Is feminism broken? And how might we mend it? On Tuesday, Feb. 19, Emma Rees, a professor of literature and gender studies at the University of Chester, will explore these questions and others at the next University of Tampa Ethics Speaker Series. Rees’ presentation, Who Broke Feminism? The Obligation of Privilege, begins at 6 p.m. in the Crescent Club on the ninth floor of the Vaughn Center and is free and open to the public. Refreshments will be served.
According to Rees, the term “feminism” has an image problem at a time when the idea is needed more than ever. She poses the question: Why do people denounce the word while swearing by the very same phrases that so often follow the claim: “I’m not a feminist, but … ?”
Rees’s presentation will shatter some of the myths about feminism and answer the crucial question: “Why ‘feminism’ and not ‘equality’?” Reese will explore how women are systematically exploited and abused because they are women, discuss the ideas of “choice feminism” and “feminism lite,” and consider the feminist continuum, demonstrating how the “personal” is, in fact, decidedly “political.”
This is an at times humorous talk with a serious message. It’s about the virtues of feminist anger, of acknowledging economic and cultural privilege, and of thinking globally, acting locally and agitating politically.
Rees’ teaching focuses on gender and representation in literature and film from the early modern period to today. She is also the director of the University of Chester’s Institute of Gender Studies. She has published two books exploring gender and is working on a third, That is a Feminist Issue. Rees is a contributing writer to the Times Higher Educationmagazine and on the editorial boards of several journals, including Gender and Education and Assuming Gender. In 2016, she was appointed consultant to the Oxford English Dictionary, where she works to find new definitions for words related to the female body.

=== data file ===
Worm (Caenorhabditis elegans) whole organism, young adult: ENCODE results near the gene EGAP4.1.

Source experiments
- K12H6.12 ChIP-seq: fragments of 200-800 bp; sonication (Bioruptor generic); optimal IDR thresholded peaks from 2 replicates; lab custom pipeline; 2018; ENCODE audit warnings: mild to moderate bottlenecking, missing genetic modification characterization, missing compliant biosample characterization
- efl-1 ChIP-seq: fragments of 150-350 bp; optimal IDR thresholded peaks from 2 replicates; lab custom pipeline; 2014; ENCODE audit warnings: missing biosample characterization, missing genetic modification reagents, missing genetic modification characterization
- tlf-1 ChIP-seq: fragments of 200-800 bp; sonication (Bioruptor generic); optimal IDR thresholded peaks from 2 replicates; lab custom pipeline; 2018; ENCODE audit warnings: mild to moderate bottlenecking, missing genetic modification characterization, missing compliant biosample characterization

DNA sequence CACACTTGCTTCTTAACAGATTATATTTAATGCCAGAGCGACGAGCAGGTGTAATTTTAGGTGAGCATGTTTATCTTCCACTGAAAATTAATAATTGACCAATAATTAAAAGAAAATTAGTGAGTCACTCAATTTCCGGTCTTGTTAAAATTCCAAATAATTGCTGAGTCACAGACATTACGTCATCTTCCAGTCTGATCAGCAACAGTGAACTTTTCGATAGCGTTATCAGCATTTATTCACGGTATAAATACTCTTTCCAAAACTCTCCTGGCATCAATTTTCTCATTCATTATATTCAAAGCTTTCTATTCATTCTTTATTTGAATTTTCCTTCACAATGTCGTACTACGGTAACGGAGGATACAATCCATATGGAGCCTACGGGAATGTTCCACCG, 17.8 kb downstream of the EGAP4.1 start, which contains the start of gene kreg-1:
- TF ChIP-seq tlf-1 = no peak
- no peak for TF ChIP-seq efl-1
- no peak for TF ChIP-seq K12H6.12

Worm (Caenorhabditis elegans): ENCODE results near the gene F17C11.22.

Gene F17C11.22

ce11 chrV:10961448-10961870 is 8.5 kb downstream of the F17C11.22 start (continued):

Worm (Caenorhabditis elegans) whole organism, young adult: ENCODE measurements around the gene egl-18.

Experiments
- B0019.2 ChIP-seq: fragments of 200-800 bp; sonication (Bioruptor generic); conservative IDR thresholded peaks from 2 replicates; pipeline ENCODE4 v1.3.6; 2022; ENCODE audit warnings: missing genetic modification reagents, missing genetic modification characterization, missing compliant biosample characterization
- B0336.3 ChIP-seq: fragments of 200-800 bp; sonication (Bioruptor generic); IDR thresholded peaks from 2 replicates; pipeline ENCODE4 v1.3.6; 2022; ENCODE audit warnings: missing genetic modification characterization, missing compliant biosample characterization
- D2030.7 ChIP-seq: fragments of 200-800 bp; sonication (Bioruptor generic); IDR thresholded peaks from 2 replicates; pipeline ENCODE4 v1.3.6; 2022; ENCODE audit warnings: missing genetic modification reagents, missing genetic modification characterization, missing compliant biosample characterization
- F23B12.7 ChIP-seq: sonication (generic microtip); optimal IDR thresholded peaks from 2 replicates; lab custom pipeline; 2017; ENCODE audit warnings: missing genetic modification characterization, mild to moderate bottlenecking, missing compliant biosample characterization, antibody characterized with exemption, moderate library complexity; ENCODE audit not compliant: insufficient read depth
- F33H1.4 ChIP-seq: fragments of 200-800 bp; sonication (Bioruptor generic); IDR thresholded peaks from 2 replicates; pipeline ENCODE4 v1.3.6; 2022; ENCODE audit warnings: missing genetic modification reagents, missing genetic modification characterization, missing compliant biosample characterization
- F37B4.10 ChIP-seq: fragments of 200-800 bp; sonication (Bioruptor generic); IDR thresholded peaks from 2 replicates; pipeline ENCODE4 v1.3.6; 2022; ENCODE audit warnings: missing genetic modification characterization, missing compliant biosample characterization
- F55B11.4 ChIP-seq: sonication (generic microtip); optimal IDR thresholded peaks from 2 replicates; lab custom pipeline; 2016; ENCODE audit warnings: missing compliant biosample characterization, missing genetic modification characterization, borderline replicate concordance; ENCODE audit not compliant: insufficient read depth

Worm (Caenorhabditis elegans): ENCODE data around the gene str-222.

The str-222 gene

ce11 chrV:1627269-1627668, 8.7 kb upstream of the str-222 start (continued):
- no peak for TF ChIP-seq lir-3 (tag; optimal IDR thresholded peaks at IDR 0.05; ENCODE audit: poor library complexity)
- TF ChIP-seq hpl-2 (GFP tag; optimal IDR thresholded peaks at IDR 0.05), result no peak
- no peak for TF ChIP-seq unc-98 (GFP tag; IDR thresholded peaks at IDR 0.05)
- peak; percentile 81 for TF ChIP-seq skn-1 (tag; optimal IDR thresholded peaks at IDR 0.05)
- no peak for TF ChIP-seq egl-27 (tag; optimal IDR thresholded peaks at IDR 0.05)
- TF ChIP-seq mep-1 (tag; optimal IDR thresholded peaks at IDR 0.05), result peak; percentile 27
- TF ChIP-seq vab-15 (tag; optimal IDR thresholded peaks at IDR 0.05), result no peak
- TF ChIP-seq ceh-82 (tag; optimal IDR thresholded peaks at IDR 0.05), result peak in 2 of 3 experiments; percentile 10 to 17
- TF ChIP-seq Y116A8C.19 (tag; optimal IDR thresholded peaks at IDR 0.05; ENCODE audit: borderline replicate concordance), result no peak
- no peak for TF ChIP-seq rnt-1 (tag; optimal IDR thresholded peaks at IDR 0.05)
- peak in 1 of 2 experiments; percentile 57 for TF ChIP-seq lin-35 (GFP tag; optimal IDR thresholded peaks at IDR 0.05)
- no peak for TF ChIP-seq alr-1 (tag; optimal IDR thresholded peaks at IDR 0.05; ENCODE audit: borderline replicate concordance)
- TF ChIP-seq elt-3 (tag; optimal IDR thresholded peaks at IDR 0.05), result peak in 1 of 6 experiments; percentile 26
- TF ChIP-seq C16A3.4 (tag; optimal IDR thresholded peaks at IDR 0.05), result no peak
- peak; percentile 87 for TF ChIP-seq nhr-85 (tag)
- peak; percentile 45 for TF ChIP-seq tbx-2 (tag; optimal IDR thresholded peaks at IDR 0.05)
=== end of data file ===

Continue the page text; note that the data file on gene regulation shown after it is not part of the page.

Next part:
This event is sponsored by the Sykes College of Business’ Center for Ethics. Reservations are required as seating is limited. RSVP at www.ut.edu/centerforethics/speakerseries.
For more information, contact Deanna House, associate director of the Center for Ethics, at [email protected].
The University of Tampa is a private, residential university located on 110 acres on the riverfront in downtown Tampa. Known for academic excellence, personal attention and real-world experience in its undergraduate and graduate programs, the University serves approximately 9,200 students from 50 states and 132 countries. Approximately 60 percent of full-time students live on campus, and more than half of UT students are from Florida.